WASHINGTON — President Obama told reporters in Sweden Wednesday his push for military strikes in Syria is not about saving face, as some critics have alleged.
“My credibility’s not on the line, the international community’s credibility is on the line,” Obama said at a press conference. “And America and Congress’ credibility is on the line, because we give lip service to the notion that these international norms are important.”
Critics have claimed Obama is pushing for military strikes in Syria to back up his comments about a “red line” for the country’s regime he made at a press conference in September. White House officials have rejected that claim, and Obama dismissed it in Sweden.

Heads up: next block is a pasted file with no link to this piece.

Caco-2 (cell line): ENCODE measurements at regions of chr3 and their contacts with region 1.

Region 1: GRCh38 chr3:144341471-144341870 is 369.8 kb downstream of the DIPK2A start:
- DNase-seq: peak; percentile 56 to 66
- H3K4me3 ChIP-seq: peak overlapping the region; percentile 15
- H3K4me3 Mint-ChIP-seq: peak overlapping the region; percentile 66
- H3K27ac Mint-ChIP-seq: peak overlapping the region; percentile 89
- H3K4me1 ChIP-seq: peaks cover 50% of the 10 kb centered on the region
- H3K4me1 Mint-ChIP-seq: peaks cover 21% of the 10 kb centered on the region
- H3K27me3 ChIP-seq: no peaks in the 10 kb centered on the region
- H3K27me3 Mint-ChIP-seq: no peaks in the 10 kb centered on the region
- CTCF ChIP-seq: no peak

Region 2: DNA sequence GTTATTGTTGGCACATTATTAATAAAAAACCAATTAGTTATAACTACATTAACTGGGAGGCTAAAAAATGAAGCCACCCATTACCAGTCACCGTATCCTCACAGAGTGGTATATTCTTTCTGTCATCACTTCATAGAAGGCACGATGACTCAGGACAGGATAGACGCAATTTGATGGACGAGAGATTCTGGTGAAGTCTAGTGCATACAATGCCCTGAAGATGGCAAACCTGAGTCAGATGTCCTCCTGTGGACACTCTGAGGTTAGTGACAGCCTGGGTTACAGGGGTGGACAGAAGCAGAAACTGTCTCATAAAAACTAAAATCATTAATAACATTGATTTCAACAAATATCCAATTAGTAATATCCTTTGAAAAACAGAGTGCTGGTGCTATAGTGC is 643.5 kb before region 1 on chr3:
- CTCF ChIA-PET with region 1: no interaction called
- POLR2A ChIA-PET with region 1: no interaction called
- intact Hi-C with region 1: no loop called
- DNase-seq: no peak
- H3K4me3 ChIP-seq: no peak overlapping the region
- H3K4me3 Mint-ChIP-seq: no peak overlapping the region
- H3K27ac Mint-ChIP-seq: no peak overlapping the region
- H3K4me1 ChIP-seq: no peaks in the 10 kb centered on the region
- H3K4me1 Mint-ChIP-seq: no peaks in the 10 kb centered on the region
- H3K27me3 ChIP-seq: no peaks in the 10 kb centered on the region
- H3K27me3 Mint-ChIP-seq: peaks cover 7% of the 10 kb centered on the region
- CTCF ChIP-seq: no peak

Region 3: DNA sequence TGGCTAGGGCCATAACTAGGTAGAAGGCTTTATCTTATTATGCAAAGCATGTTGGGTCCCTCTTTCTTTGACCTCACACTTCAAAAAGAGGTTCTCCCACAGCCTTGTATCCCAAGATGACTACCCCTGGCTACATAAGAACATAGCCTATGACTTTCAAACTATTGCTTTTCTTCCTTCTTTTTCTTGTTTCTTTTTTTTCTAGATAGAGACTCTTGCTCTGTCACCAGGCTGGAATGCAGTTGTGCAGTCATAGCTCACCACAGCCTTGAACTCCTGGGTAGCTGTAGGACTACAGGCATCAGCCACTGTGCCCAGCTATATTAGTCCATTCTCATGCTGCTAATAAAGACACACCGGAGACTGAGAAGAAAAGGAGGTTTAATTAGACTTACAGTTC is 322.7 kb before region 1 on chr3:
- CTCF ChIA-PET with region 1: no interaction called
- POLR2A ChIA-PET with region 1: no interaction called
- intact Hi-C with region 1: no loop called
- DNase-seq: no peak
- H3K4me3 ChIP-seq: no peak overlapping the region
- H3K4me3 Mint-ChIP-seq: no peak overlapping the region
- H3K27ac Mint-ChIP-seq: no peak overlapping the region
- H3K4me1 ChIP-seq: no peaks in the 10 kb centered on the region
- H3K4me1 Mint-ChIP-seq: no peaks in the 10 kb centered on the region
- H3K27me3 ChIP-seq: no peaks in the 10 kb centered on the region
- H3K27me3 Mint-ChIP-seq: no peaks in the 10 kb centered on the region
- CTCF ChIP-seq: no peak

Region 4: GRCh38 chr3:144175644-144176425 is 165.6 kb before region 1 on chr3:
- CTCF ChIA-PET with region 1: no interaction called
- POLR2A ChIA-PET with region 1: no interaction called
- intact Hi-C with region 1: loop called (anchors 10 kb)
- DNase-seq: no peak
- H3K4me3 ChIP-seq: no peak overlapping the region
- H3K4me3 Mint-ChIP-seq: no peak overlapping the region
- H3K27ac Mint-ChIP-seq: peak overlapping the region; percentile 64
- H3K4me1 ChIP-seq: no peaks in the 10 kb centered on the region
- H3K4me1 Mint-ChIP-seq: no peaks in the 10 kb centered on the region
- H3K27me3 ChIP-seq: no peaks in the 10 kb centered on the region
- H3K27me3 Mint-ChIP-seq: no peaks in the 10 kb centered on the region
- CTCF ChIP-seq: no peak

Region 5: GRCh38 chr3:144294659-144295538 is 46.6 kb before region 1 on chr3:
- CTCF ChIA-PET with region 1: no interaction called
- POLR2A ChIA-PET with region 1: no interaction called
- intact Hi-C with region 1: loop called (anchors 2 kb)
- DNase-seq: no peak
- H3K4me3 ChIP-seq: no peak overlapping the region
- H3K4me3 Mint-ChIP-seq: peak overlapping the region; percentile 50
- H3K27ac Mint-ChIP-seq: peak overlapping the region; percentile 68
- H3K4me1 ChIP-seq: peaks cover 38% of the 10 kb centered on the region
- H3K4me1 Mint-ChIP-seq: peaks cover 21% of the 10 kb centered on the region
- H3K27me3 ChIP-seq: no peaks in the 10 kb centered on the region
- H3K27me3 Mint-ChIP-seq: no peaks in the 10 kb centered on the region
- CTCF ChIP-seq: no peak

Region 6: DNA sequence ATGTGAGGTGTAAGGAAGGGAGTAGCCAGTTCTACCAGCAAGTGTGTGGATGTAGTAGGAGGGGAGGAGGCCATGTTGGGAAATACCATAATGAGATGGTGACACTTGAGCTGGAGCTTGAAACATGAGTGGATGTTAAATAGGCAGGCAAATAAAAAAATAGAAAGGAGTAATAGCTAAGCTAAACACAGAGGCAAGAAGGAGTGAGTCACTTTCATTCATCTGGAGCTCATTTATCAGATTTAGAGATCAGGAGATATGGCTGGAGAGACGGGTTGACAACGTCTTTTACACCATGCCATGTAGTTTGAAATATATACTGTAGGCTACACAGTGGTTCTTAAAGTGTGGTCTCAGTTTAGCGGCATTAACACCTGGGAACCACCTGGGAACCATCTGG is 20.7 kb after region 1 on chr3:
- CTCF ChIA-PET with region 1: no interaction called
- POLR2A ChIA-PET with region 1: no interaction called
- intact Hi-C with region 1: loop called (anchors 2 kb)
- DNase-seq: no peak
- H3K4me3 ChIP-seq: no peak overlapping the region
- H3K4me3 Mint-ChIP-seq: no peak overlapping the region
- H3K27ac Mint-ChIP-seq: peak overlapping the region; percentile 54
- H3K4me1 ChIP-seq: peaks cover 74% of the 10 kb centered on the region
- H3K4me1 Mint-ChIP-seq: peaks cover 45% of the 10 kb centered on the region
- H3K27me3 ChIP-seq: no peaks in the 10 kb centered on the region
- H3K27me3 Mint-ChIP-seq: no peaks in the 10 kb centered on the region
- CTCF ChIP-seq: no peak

“First of all, I didn’t set a red line. The world set a red line,” Obama said. “The world set a red line when governments representing 98% of the world’s population said the use of chemical weapons are abhorrent and passed a treaty forbidding their use even when countries are engaged in war. Congress set a red line when it ratified that treaty.”
Obama said his “red line” comment last year was simply a reiteration of existing policy.
“When I said in a press conference that my calculus about what’s happening in Syria would be altered by the use of chemical weapons, which the overwhelming consensus of humanity says is wrong, that wasn’t something I just kind of made up,” he said. “I didn’t pluck it out of thin air. There’s a reason for it.”
Obama is hoping to get congressional sign-off on his plan to attack Syria in response to what U.S. intelligence agencies say is clear evidence that the Syrian regime used chemical weapons against rebels. Obama said he expects Congress to approve his plan.
“What happens if Congress says no?” Obama said. “I believe Congress will approve it.”